A royal obsession with black magic started Europe's most brutal witch hunts

In the 1590s, King James VI of Scotland's fear of witchcraft began stirring up national panics, resulting in the torture and death of thousands.

Toil and Trouble

An engraving reproduces Henry Fuseli’s 1783 painting of the witches from Shakespeare’s tragedy Macbeth. First performed in 1606, the play was a compliment to the newly crowned king of England, James I, who had published a book on witchcraft in 1597.
Quintlox/Album

During the late 1500s Scotland believed the devil was at work in the land. Locals talked about his ability to raise storms, kill livestock, and spread deadly illness. Satan sought to undermine human society from within and was recruiting secret agents to do his bidding. Those diabolical actors were witches, and the authorities believed they had to be eradicated for the sake of the kingdom.

Scotland was not alone in falling victim to witchcraft panics in the late 16th century and first half of the 17th century. Witch-hunting plagued Europe, beginning in the 15th century when the idea that witches worshipped the devil began to take hold. Burgundy, Italy, Switzerland, Germany, and Scandinavia all endured outbreaks of witch panics during this time. After the Reformation divided Europe into Protestant and Catholic in the early 16th century, both sides hunted witches. During this period of religious reform, rulers wanted to prove their godliness. They perceived the unholy and evil as the source of unrest and disorder. (See how Satan and his punishments were depicted in the Middle Ages.)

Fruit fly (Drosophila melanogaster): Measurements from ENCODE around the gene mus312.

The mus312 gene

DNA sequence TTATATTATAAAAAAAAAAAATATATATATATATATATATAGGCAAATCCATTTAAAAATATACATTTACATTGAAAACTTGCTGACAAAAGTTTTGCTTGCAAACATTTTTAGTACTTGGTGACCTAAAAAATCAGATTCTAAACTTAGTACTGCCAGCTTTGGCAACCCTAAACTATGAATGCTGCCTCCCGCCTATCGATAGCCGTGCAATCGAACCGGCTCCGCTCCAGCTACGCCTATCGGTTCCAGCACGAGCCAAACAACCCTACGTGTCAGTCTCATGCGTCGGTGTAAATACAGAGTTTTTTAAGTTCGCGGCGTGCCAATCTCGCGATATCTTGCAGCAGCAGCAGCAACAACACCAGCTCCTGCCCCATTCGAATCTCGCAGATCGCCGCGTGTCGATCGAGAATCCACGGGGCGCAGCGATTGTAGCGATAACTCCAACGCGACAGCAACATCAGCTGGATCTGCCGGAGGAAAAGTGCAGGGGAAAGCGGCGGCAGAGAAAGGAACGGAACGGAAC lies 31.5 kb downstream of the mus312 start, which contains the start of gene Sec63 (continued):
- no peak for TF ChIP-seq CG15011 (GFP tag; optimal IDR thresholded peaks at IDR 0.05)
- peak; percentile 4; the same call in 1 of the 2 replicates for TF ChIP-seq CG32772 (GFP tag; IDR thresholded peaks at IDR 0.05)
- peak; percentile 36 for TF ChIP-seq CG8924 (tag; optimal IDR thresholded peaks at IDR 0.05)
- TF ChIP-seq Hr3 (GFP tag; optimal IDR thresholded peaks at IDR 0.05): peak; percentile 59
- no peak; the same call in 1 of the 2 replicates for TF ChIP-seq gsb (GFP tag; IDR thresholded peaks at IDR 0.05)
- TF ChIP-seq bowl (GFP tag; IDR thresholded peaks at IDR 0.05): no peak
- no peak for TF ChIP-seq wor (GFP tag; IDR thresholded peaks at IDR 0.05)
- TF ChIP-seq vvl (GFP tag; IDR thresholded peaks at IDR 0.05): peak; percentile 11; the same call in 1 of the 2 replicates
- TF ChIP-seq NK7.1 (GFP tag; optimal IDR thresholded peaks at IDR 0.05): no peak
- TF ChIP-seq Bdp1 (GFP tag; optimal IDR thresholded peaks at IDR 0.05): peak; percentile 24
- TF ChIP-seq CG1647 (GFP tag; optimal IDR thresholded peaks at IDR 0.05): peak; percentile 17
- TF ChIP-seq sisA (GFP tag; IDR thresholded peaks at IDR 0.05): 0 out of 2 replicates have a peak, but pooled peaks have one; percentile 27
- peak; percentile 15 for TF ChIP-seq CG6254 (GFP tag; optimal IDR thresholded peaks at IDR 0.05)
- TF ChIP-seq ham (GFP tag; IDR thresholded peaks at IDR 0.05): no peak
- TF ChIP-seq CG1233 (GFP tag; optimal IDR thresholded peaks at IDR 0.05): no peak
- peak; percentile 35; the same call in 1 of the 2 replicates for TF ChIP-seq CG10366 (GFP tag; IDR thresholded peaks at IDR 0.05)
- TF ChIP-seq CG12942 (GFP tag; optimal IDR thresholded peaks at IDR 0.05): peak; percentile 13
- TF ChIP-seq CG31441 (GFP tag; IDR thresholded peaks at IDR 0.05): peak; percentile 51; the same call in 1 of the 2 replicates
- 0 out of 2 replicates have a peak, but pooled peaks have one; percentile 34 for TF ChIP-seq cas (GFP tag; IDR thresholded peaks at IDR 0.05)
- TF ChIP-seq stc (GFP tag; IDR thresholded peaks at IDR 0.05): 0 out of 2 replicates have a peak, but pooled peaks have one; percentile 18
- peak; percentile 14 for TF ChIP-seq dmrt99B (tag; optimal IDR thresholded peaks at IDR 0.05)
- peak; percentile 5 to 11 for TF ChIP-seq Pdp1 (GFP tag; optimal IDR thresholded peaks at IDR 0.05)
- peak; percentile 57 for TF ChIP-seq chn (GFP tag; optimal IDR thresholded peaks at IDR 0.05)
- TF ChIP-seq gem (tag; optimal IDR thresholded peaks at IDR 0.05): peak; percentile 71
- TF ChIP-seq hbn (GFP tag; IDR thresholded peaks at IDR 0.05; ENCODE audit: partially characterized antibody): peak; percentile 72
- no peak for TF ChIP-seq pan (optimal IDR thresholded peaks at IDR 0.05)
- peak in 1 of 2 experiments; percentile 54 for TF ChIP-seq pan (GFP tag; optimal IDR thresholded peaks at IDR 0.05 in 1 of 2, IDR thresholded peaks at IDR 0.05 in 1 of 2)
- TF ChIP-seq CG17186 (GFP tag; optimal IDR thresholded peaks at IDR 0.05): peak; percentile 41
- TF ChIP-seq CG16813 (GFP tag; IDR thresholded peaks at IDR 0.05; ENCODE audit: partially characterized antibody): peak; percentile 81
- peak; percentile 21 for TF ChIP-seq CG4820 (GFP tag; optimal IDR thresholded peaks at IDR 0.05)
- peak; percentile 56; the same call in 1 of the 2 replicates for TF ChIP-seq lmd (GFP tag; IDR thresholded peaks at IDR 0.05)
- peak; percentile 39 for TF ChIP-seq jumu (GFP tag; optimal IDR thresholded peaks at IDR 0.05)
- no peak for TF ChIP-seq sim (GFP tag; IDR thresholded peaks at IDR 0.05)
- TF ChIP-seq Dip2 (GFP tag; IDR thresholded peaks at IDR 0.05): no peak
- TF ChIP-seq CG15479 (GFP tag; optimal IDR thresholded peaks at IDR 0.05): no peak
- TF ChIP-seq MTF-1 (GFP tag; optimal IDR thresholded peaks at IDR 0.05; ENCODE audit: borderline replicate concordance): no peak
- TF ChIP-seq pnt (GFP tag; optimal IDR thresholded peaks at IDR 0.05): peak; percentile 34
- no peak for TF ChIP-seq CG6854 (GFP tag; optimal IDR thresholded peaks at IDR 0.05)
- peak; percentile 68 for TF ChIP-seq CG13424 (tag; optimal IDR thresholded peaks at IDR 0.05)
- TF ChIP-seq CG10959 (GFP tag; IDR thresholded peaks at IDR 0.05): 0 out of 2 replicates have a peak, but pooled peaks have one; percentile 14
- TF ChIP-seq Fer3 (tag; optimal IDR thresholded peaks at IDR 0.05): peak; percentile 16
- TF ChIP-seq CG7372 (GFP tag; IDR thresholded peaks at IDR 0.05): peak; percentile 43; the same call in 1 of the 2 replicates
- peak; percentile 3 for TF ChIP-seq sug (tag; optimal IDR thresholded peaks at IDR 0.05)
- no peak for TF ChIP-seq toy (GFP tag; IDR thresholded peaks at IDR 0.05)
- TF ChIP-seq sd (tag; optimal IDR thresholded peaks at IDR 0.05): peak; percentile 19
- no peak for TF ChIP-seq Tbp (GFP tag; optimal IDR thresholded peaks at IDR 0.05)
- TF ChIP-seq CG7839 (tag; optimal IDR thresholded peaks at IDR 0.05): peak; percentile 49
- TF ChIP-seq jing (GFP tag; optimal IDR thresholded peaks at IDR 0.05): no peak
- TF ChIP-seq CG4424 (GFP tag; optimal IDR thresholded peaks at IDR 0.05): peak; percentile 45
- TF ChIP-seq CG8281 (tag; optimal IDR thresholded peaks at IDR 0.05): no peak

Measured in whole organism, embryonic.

Witch-hunting could be seen as an extension of the Protestant Reformation as parish ministers and government authorities sought to create a “godly state” in which everyone worshipped correctly, and sin and ungodliness were wiped out. In numerical terms, Scotland’s witch hunts were severe. Between 1590 and 1662, five intense panics erupted across Scotland: 1590-91, 1597, 1628-1631, 1649-1650, and 1661-62. (Watch an animated history of Martin Luther's starting the Reformation.)

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